Cost-Benefit Analysis in a Regulatory Setting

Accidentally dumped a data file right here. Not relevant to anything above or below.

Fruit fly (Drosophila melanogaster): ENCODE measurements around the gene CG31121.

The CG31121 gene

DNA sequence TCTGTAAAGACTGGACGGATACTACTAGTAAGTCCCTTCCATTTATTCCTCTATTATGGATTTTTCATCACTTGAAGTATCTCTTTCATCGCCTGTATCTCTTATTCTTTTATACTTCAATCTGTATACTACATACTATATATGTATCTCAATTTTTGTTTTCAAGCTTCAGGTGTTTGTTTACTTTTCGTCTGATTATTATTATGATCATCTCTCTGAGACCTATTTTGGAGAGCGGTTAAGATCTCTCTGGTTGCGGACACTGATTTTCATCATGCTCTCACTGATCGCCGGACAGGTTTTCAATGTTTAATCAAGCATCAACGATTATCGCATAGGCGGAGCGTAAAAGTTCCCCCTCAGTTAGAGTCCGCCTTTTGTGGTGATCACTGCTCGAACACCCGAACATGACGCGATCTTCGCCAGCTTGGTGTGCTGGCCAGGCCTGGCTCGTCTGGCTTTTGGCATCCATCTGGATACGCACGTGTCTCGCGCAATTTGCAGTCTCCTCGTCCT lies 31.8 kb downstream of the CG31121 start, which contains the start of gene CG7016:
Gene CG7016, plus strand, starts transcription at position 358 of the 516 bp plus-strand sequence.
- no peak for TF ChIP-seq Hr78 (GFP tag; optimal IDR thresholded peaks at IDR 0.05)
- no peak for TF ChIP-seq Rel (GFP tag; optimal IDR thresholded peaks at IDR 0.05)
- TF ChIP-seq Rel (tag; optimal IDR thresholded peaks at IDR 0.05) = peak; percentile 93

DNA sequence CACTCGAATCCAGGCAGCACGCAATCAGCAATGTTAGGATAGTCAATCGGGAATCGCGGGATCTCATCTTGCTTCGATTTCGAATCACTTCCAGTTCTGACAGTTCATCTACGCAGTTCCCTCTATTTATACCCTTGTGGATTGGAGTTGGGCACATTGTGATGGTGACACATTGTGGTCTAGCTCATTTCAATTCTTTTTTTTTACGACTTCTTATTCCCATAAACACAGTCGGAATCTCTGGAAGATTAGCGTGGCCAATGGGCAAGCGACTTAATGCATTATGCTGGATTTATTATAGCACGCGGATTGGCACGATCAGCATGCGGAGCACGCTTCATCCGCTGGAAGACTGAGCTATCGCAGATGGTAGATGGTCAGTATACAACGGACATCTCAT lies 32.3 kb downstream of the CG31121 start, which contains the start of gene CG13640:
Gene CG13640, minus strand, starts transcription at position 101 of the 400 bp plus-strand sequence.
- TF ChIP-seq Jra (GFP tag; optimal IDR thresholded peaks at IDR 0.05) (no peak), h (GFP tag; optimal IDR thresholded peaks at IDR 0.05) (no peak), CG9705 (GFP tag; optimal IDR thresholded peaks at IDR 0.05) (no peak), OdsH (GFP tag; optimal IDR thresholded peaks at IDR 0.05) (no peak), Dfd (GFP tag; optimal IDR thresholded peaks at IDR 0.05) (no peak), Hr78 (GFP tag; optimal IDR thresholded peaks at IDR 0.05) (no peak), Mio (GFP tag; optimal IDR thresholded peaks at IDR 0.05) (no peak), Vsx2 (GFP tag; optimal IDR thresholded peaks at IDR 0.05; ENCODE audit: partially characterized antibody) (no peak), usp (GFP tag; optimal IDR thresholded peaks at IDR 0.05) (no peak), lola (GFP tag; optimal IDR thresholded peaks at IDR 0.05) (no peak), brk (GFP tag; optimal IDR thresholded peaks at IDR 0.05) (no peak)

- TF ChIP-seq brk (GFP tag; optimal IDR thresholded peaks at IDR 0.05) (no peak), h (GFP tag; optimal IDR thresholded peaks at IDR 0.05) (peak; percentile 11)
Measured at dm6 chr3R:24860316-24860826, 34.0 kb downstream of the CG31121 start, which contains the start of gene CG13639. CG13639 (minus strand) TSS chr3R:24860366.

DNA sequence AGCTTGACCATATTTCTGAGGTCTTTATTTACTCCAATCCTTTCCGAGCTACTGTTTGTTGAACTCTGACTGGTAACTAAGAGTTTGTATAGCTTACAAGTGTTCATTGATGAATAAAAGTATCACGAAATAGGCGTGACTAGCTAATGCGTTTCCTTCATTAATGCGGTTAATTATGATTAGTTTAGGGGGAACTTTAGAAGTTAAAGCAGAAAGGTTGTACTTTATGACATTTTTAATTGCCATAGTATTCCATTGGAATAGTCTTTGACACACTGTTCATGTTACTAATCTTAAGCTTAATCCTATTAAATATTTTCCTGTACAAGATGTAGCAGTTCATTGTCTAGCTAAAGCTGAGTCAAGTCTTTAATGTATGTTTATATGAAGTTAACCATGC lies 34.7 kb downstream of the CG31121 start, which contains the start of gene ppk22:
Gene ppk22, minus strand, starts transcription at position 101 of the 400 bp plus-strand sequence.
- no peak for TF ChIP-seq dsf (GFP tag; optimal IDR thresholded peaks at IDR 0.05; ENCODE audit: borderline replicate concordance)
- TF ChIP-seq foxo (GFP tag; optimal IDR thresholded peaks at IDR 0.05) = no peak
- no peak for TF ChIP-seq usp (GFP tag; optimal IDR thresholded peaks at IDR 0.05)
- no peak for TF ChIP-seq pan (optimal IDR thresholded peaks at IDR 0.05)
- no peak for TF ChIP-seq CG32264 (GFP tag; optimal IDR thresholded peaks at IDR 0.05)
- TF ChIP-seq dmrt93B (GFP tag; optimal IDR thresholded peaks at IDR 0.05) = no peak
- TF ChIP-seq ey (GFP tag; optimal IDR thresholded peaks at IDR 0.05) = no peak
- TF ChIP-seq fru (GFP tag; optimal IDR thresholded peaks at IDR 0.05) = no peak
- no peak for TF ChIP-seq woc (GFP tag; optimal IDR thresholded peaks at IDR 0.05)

The purpose of requiring cost-benefit analysis is to produce better out-comes from regulatory processes. If implemented well, cost-benefit analysis and risk assessment can produce improvements at several levels, by encouraging regulators to consider unintended effects of regulations and thereby avoid making things worse, to find the least burdensome approach to a goal, and to balance the pluses and minuses involved in choosing a goal. Whether these improvements will occur depends in large part on how cost-benefit analysis is implemented. Guidelines for conducting cost-benefit analysis and procedures for considering evidence on costs and benefits play an important role. This article describes how guidelines and rules of process can affect outcomes, and the issues that cost-benefit guidelines need to cover. Guidelines can affect the bias of a regulatory process toward one set of stakeholders or another, make outcomes more predictable, define the information needed for decisions, and provide a basis for legal challenges. The questions that guidelines should address include: what are costs and benefits, what constitutes good economics, what are standards of proof, how should unquantified costs and benefits be treated, how should uncertainties of cost-benefit estimates be dealt with, and how should alternatives be generated? The article concludes with recommen dations about how the adoption of cost-benefit analysis can be made most effective and beneficial in regulatory processes.